A cover of stripes, from top to bottom: yellow with the eyes and nose of a young girl's face; Light blue with a dive bombing plane reads A Tale; deeper blue with waves reads For The; mint green with a red book read Time Being; yellow with a brown field and pine trees

by Ben H.

“Time itself is being and all being is time…In essence, everything in the entire universe is intimately linked with each other as moments in time, continuous and separate.” 


Ruth Ozeki’s A Tale for the Time Being is a lovely book. Part meditation on time and presence, part drama, and part mystery, Ozeki balances her story between two narrators connected by a diary written in the shell of a repurposed copy of À la Recherche du Temps Perdu (In Search of Lost Time) by Marcel Proust.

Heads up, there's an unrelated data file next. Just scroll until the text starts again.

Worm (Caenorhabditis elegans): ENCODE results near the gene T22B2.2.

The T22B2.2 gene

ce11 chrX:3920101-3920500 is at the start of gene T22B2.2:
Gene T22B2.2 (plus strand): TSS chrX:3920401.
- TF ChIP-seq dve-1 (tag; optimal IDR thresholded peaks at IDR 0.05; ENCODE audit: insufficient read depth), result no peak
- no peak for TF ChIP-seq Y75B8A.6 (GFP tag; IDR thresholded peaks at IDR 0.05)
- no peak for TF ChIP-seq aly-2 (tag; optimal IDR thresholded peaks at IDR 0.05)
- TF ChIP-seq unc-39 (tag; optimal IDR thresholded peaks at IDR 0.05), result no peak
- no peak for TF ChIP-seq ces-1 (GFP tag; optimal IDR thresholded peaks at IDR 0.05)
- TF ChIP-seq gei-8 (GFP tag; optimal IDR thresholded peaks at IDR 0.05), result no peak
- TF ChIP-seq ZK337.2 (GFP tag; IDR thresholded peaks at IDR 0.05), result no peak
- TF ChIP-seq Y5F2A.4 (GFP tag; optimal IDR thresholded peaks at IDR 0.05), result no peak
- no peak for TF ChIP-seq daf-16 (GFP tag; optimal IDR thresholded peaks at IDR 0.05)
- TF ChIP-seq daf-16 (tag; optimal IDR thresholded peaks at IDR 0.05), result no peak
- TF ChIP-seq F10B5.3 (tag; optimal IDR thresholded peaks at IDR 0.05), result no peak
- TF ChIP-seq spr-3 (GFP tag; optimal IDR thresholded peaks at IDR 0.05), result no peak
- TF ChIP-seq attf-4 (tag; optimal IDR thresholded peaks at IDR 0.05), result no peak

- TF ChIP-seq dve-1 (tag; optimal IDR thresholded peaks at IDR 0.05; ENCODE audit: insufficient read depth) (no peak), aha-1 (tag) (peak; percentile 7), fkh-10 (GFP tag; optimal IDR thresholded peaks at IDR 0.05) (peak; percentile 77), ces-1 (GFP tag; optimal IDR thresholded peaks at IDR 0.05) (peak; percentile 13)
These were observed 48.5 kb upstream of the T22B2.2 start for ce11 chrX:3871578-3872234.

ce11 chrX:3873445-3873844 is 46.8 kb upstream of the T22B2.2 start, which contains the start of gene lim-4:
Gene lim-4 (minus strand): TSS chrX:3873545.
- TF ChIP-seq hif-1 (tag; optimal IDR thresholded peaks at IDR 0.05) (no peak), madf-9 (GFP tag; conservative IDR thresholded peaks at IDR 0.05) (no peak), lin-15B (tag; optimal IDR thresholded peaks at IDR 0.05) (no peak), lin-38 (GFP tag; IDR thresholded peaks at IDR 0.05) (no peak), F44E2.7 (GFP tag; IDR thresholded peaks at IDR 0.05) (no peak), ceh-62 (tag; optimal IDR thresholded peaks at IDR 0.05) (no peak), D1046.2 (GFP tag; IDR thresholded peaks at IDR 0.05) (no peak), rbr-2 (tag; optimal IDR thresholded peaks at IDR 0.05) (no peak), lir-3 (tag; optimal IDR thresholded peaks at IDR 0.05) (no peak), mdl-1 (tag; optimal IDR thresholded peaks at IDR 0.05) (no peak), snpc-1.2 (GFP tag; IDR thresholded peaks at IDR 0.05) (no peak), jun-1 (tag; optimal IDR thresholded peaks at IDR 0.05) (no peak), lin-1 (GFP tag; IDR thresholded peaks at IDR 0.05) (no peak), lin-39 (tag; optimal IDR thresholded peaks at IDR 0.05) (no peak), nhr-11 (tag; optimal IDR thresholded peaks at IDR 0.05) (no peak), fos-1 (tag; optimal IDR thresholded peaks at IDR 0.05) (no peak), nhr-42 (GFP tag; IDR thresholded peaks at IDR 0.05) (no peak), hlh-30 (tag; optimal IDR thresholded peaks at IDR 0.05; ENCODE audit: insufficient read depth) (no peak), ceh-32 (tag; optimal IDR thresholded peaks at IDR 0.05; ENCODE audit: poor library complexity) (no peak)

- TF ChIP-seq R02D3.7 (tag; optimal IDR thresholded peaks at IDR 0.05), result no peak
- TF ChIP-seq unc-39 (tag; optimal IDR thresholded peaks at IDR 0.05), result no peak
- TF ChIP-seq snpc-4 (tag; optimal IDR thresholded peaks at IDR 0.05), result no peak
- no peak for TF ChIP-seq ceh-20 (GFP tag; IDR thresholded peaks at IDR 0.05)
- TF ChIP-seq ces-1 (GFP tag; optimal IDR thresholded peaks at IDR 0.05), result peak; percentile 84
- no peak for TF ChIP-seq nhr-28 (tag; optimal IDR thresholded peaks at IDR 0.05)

Nao is the teenage author of the diary. She now lives near Tokyo with her mom and dad. Nao faces bullying, parental drama, homesickness for California, and severe depression. Ruth, a novelist, now lives with her husband on a remote island in British Columbia. She faces writer’s block and homesickness for Manhattan.

Nao’s diary washes ashore in a Hello Kitty lunchbox and Ruth becomes fascinated with it. Nao’s diary is witty, emotional, and bracingly frank. Ozeki phenomenally recreates the way a diary juxtaposes the quixotic and the realistic, the banal and the devastating, the humorous and the tragic. Nao is viciously bullied at school. The bullying is brutal, both physically and emotionally. Nao reports it to her diary in a light tone, but it’s heavy stuff. Suicide is also a common topic in the book, as multiple characters plan to kill themselves. Nao finds refuge from the bullies when she is left with her 104-year-old grandma Jiko, a feminist Buddhist nun, in a crumbling monastery in the mountains for the summer (ghostly hijinks ensue).